The tsunami of baby boomers is a long-told story, yet we continue to resist discussion about its impact on a humanistic level for fear of revealing our own vulnerabilities. We covet youth, health and vibrancy and shield our eyes from the truth that those are all fleeting. America has not been great at caring for our aged or disabled; we lack financial and human resources, opportunity, and perhaps even the desire to do so. With dual parent working families, single parents busily working and raising children, and the financial erosion of caretaking capacity, Americans leverage community resources to meet care needs.

The pandemic has unveiled many of our system failings as a country. One that goes woefully unspoken is the tragedy that occurs daily in our long-term care facilities. In a recent conversation with a nursing home caregiver a heart-wrenching story was shared about a simple request by a thirsty resident for a glass of ice water. She was unable to get that glass of water for the resident due to the extraordinary needs of all the residents and being the only caregiver on the unit at that time. We are talking about the basics to sustain life. Problems in this industry have existed for years, however these have been exacerbated as nursing homes became the epicenter for the pandemic. Long-term care residents account for about a third of all COVID deaths, yet only totally 5% of all U.S. COVID cases. Poor staffing ratios have been linked to the inability to protect residents from this rampant virus, and social isolation from support persons negatively impact the physical and mental health of our most vulnerable to a shameful level.

In care facilities, nursing assistants provide daily physical care for the aged and disabled, including help with bathing, using the restroom, grooming, eating, mobility, and providing the caring and social support they need for a healthy existence. It is exhausting work under the best conditions. During a pandemic it is soul shaking. Nursing assistants have historically been subjected to poor wages and benefits, inadequate staffing ratios, and the stresses of caregiving; forcing nursing assistants out of the profession to work other jobs resulting in a high turnover rate and the vicious cycle of understaffing. When a local barista job offers higher wages, better hours, tuition reimbursement and minimal risk to health and safety it is no wonder caregivers quickly leave the profession for alternate opportunities. As nursing assistants are leaving the profession, the aging baby boomer generation is requiring more care at greater numbers. This imbalance is not sustainable.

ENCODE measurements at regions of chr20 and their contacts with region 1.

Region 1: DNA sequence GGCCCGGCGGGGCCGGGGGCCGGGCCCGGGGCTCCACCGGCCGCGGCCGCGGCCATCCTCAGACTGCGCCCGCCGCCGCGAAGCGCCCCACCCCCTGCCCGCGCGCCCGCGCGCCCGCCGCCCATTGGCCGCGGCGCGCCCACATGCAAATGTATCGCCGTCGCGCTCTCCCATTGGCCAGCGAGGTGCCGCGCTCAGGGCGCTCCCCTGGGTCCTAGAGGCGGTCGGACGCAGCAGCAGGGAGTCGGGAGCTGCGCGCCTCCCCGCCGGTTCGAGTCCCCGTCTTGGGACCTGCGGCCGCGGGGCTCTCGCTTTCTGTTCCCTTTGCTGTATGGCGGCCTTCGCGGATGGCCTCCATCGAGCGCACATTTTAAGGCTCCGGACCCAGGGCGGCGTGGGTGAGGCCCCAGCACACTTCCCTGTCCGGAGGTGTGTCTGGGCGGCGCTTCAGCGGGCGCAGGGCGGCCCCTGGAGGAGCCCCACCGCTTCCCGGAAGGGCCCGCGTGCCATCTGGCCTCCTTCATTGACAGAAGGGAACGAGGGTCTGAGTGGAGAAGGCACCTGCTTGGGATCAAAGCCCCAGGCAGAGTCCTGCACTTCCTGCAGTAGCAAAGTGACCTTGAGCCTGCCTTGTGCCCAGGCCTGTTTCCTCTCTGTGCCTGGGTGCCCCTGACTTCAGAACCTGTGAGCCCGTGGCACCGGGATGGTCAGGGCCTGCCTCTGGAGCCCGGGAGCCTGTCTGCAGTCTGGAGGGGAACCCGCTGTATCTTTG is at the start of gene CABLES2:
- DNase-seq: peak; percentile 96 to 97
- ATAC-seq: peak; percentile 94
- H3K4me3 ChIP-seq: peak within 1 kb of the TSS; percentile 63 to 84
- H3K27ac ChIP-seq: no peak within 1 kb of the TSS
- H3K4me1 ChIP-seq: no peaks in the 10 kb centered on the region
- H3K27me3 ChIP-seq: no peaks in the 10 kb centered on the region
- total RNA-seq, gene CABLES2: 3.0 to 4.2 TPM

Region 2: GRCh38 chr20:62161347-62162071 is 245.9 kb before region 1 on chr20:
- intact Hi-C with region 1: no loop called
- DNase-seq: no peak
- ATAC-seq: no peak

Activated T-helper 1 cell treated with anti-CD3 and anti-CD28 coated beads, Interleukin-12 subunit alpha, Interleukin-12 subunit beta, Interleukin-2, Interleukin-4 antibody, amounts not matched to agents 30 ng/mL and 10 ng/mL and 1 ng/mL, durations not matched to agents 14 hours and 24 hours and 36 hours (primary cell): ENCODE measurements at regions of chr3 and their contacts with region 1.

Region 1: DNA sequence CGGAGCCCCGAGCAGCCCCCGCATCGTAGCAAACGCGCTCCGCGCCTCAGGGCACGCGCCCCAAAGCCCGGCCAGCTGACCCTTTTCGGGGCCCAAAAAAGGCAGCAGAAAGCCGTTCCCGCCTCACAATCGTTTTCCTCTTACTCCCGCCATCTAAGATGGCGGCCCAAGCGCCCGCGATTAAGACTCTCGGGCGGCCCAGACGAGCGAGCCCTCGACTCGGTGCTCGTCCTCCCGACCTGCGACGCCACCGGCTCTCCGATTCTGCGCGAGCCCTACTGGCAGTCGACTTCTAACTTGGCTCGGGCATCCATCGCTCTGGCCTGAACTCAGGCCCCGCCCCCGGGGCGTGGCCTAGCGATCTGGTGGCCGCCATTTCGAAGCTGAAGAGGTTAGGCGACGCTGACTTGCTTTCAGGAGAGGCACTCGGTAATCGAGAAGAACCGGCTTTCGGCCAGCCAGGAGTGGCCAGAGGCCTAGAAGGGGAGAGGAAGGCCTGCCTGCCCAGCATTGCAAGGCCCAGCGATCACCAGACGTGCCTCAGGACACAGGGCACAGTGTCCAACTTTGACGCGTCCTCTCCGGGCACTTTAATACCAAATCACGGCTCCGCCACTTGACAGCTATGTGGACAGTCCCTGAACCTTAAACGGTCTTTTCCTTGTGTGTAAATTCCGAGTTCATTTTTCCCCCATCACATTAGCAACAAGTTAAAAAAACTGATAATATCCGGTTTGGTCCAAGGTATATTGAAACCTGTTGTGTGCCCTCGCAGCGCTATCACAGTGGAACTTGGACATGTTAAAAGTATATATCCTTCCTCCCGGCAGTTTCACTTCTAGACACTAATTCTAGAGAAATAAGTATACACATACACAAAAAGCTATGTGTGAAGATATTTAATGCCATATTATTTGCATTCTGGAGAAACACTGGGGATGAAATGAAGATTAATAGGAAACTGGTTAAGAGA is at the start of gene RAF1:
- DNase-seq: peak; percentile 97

At the root of this problem is inadequate Medicaid reimbursement for long-term care stays. In the late 1990s, Medicaid reimbursement was “reformed,” leaving states to determine what the long-term care reimbursement rate should be. As state budgets tightened, reimbursements fell far short of the rate of inflation, leaving the industry, nursing assistants and residents in a precarious and rapidly declining position for the last two decades. That, coupled with the crippling financial effects of the pandemic, highlights the gap between what it costs to care for residents and what is reimbursed; it is a crevasse that can no longer be filled with creative staffing solutions, continued wage stagnation or cutting benefits. With 60% of long-term care stays funded by Medicaid, this trend is eroding the safety nets for our most vulnerable.  As of August 2020, over half of our nursing homes reported operating at a loss, and two thirds were projecting the inability to stay open another year at the current pace.

Aside from the financial implications, inadequate Medicaid reimbursement for long-term care directly results in poor staffing ratios, which in turn results in substandard care. When quality care is compromised staff are left feeling guilty and frustrated for not providing the care they were trained to give. Poor staffing ratios also mean rationed care; there is only time for the barest of basics. This problem of insufficient staffing also directly translates to residents feeling rushed and guilty when asking caregivers for even the basic amount of help, leaving them isolated, anxious, and depressed.  These conditions set the stage to create a self-fulfilling prophecy of continued rationing, poor quality of care and basic needs going unmet.

Without long-term care facilities and properly trained caregivers our most vulnerable in society would struggle to exist. In care facilities that maintain poor staffing levels resulting in substandard care, our most vulnerable may be able to achieve a fundamental existence by receiving the basics of care, however, care facilities with proper reimbursement and in turn adequate staffing can provide quality care to our most vulnerable, offering a home in which to thrive as opposed to simply survive.

Carrie Jarosinski

Carrie L. Jarosinski is a registered nurse, certified nurse educator, thought leader, and author of our CNA family of titles. She began her career as a nursing assistant and then as a registered nurse in long-term care. She then moved on to work in public health, focusing on children with special healthcare needs, childhood lead poisoning prevention, and prenatal health. In 2006, Carrie started her teaching career as adjunct faculty in the Nursing and Nursing Assistant Programs at Mid-State Technical College (MSTC). In 2007, she became the Lead Nursing Assistant Instructor and Program Director at MSTC and is now the lead faculty in the Health and Wellness Promotion Program. In 2015, Carrie authored Essentials of Certified Nursing Assisting textbook and workbook. She also completed a Doctorate of Nursing Practice in Systems Leadership with a focus on rural food desert conditions from Walden University.